Being told he wasn't good enough turned out to be the best thing for Jaime Munguia

Kevin Iole
Combat columnist
Jaime Munguia, left, and Liam Smith pose for photographers during a news conference Thursday, July 19, 2018, in Las Vegas. (AP)

LAS VEGAS – Two months after what would have been the biggest night of his life was snatched from him, boxer Jaime Munguia returns to the city where he was deemed unqualified as a conquering hero of sorts.

When Canelo Alvarez pulled out of his rematch that had been planned for May 5 with Gennady Golovkin because of a failed drug test, Golovkin still wanted to fight. Promoters proposed bringing Munguia in to fight Golovkin.

The Nevada Athletic Commission declined, determining that the 21-year-old Munguia wasn’t experienced enough at the sport’s highest level to take on someone with Golovkin’s talents.

“He’s a 21-year-old kid and yeah, I guess you could make the argument that Mike Tyson was even younger and he won the heavyweight title, but it’s not really the same thing,” said Bob Bennett, executive director of the Nevada commission. “We would have loved to have had a Golovkin fight on that date. But when you looked at the match closely, Golovkin not only had a lot of experience, his experience was against world-class guys for a long time. Munguia’s opponents were something like 268-166-23 at that point and I think Golovkin’s were 832-170-32.

“The kid is really a super welterweight and not a middleweight and I just didn’t think it was fair to him to put him in that kind of a fight at that point.”

Though it was a huge disappointment at the time, it turned out to be for the best. Liam Smith was forced to pull out of a May 12 fight with Sadam Ali for the WBO super welterweight bout and Munguia got the call.

He handled Ali easily and stopped him in the fourth, becoming a world champion in the process.

“I believe in myself, but I understand why they did what they did,” Munguia said Thursday following a news conference at the Hard Rock to promote the first defense of his WBO super welterweight title Saturday against Smith on HBO. “I don’t worry about that at all. I’m back and I’m a world champion and this fight is all that matters.”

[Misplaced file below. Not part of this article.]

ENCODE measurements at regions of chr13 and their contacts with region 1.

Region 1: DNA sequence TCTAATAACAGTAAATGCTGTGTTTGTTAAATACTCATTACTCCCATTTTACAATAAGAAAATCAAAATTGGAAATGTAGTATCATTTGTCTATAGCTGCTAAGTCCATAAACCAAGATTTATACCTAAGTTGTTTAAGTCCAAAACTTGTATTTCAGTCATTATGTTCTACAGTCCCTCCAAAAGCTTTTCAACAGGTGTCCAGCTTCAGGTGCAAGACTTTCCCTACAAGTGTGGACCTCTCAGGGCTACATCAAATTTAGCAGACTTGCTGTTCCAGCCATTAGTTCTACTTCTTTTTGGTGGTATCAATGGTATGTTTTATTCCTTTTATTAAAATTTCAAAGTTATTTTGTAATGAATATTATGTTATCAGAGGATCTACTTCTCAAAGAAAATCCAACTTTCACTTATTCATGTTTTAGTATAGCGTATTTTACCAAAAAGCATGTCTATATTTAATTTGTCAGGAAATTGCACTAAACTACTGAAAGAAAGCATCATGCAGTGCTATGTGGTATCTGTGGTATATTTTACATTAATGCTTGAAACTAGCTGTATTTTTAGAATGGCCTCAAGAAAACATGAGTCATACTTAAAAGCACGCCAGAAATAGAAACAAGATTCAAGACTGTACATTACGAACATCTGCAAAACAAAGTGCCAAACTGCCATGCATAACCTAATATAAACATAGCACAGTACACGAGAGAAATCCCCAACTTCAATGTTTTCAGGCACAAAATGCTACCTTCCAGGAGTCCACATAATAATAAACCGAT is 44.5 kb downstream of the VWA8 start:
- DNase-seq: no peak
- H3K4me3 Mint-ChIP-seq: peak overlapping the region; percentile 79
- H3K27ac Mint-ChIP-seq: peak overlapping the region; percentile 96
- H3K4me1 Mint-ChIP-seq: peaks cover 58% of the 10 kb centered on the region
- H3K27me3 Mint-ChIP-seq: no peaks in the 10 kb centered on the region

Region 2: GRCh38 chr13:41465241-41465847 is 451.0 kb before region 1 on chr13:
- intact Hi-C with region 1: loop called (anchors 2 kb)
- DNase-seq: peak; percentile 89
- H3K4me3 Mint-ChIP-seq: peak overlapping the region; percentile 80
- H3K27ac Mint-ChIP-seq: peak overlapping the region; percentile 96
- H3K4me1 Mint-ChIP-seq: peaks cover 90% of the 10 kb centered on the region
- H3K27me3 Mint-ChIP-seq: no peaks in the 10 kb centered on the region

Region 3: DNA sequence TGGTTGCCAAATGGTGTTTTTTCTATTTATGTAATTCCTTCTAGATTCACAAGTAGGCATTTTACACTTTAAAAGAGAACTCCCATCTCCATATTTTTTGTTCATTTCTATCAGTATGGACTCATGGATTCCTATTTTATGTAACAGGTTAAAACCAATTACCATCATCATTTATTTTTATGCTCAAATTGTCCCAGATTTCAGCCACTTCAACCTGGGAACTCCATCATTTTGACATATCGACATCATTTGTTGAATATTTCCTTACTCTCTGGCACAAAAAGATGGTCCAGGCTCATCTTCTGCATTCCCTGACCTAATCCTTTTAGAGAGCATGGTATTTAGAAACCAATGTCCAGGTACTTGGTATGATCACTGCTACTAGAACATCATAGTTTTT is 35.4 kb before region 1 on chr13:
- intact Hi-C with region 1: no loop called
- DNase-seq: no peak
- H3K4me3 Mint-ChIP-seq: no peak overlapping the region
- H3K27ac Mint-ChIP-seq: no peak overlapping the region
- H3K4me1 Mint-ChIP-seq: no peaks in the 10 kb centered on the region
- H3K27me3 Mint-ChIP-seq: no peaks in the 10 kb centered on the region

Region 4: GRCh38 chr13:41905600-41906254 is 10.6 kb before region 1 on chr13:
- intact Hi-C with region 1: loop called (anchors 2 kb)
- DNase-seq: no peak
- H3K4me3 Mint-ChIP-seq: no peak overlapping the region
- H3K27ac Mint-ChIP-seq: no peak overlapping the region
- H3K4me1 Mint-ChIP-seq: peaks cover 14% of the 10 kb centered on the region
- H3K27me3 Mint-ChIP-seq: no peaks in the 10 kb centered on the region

Munguia is a potential star. He is 29-0 with 25 knockouts, though his competition was, as Bennett pointed out, questionable on the way up. But he’s 6 feet tall and rangy and is large for the division. He can punch, but he also has quick feet.

He’s reminiscent of a long-ago fighter who went on to win a world title and then became one of boxing’s elite champions. Oscar De La Hoya, who is promoting Saturday’s show, had a frame much like Munguia, and went on to a Hall of Fame career.

De La Hoya promoted the Ali-Munguia fight and had few expectations for Munguia.

“I saw him up on his toes moving around and firing that jab and the thing I said right away is, ‘That’s Robert Alcazar,’ ” De La Hoya said. “Robert was my first trainer and he did so much for me to teach me the game and how to be a pro, and I saw that he did the same thing for Munguia.”

Alcazar teamed up with Munguia before the Ali fight, so Saturday’s bout is the first time the pair have had a long time together.

Alcazar said Munguia is good and getting better, quickly.

“He’s got a good punch and he can hurt you if he catches you, and he has a good chin and he can take a shot,” Alcazar said. “But the thing I like about the kid is, he’s smart. He understands how to use that ring and he has great feet. His footwork is very good. When he’s in there, he just knows how to move and get himself into position.”

Munguia said he believes he’d have performed better than Vanes Martirosyan did against Golovkin. Martirosyan attempted to go toe-to-toe with Golovkin and wound up getting knocked out in the second round.

Munguia, though, isn’t of the mind to look back. There is a lot to look forward to and he’s not thinking of the day he was told he wasn’t good enough, even if it turned out to be the best thing for him.

“It was disappointing [to not get the Golovkin fight], but there was nothing I could do about it, so I understand it’s important to move on,” Munguia said. “I didn’t hesitate to say yes, but they felt I wasn’t ready so I forgot about that and I just got back to work.

“Things happened to fall my way and I took advantage of it and I just want to keep fighting and getting better.”

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